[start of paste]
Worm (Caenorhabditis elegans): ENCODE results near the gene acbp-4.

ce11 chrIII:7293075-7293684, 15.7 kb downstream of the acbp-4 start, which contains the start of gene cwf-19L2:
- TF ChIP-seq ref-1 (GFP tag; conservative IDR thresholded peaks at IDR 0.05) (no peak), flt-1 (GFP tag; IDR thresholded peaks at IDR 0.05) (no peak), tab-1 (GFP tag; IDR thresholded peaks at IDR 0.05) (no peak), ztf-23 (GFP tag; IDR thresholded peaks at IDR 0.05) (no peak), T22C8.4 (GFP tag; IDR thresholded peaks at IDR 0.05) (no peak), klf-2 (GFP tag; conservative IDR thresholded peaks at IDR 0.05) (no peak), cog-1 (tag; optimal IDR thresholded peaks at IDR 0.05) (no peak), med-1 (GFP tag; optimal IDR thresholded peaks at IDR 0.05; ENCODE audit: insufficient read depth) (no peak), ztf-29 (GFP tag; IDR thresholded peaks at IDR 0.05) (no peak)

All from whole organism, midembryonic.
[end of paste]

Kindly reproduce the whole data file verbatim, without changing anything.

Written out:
Worm (Caenorhabditis elegans): ENCODE results near the gene acbp-4.

ce11 chrIII:7293075-7293684, 15.7 kb downstream of the acbp-4 start, which contains the start of gene cwf-19L2:
- TF ChIP-seq ref-1 (GFP tag; conservative IDR thresholded peaks at IDR 0.05) (no peak), flt-1 (GFP tag; IDR thresholded peaks at IDR 0.05) (no peak), tab-1 (GFP tag; IDR thresholded peaks at IDR 0.05) (no peak), ztf-23 (GFP tag; IDR thresholded peaks at IDR 0.05) (no peak), T22C8.4 (GFP tag; IDR thresholded peaks at IDR 0.05) (no peak), klf-2 (GFP tag; conservative IDR thresholded peaks at IDR 0.05) (no peak), cog-1 (tag; optimal IDR thresholded peaks at IDR 0.05) (no peak), med-1 (GFP tag; optimal IDR thresholded peaks at IDR 0.05; ENCODE audit: insufficient read depth) (no peak), ztf-29 (GFP tag; IDR thresholded peaks at IDR 0.05) (no peak)

All from whole organism, midembryonic.